Thanks so much for the opportunity to consider your non-fiction work on pregnancy, but the focus on gestation seemed a little overdone.

Okay, writers and friends of writers. What would you like for Christmas?

Hilary Sares


  1. raine

    Hi, Hilary! I must admit–your description of an editor’s office is exactly what I’d imagined it would be.

    One small question? Do you respond to every query one way or another?
    Thanks for joining us! 🙂

  2. Bonnie Edwards

    My ideal reader? Someone who laughs when they get to the part in the story that made *me* laugh.

    Or cries when I cried. (yes, I do)

    And especially sighs when they get to the end b/c I always agonize over endings. It’s fierce, this agony.

    My endings are always happy…but still, they have to be the *right* ending.

    And I miss those big city windows, Hilary. Will have to go pull out my video of “A Christmas Story” b/c they filmed the stores and outdoor scenes in my hometown and yes, it really looked like that at Christmas.


  3. Me *big grin* (okay so you know it's me, Kim)

    oooh, cool questions and answers! I go scrapbooking and come back and almost missed all the fun. WOOHOO. My ideal reader? Damn, that’s a hard question! I was posed to write something snappy and fun, sexy and short. hmmm. I guess a reader who loves to romances that are not only sexy, but that speak to the heart? Yanno what I mean? I love to read it hot and sexy, myself as a reader. Although I enjoy erotica, nothing is as satisfying to me as a reader as a hot and sexy, give-it-to-me-now boy, don’t make me hurt you, luving’ scene…but I GOTTA have the romance. While he’s pulling my hair, uh… I mean the HEROINE’s hair…talkin’ all kinds of ways nasty to me, again to the heroine, ahem, I need to know that this man will walk to the ends of the earth barefoot, with bunions tracking prints in 15 inches of snow…all for his woman.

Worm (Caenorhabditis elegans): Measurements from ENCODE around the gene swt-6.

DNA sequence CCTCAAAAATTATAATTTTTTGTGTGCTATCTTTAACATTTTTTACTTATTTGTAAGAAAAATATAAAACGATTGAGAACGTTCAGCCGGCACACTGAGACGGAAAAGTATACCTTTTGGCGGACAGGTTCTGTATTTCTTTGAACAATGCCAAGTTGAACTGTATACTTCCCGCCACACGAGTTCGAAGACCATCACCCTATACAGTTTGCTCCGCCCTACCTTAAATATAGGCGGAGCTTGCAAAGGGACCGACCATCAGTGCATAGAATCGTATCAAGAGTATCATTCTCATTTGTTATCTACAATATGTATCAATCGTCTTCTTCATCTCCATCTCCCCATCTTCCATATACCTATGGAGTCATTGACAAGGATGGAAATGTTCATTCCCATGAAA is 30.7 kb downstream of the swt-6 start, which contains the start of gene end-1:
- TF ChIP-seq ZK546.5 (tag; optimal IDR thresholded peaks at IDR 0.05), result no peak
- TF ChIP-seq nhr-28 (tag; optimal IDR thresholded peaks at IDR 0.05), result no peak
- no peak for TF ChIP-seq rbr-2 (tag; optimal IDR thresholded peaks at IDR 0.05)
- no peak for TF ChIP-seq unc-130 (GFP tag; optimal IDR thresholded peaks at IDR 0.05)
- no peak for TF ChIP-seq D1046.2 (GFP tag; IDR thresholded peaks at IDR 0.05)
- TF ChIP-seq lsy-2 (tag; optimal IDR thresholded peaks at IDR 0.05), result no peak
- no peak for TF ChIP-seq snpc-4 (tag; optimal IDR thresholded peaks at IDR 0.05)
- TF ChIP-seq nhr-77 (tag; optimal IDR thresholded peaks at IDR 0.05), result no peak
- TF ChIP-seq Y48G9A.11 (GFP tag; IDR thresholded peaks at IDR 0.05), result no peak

As a reader, that’s what I enjoy, Alpha men, who know how to take care of his woman, in ALL ways. *BIG GRIN*

  4. Percy A Ashe

    Question for Hilary. Are you a fan of erotic/erotica books yourself? Do you enjoy all the various subs that come in or are there days when it seems all sex, sex, sex and no substance and/or plotting?

  5. Hilary

    I don’t know if it’s possible for a woman to write a book with no plot whatsoever. Women LOVE plots, narrative, motivation, dialogue, scene-setting–all the little things that make a story tick (and there are men who write like that too, of course). Sex on paper is just not sexy without that because there are no visuals.

  6. Vivi Anna

    My ideal reader is someone that enjoys what I write, appreciates that I write, and tells others about my books. I also love getting emails from readers.

  7. Susan Lyons

    Ooh, I popped in just in time for the “ideal reader” question! She’s the one who tells me she just read my book and it really spoke to her. It’s also very cool when the women tell me that their significant other guys say to pass on their thanks to me . And when a woman in an interracial relationship tells me I got it right!

    (Just love being right .)

    But I think Hilary is mean, mean, mean for saying that thing about New York all dressed up for Christmas. Damn, I wanna see that. Guess it won’t still be there when the PASIC conference rolls around… Sigh. (Not that NYC isn’t fabulous, however she’s dressed up. Just that grubby old snow isn’t my favorite look.)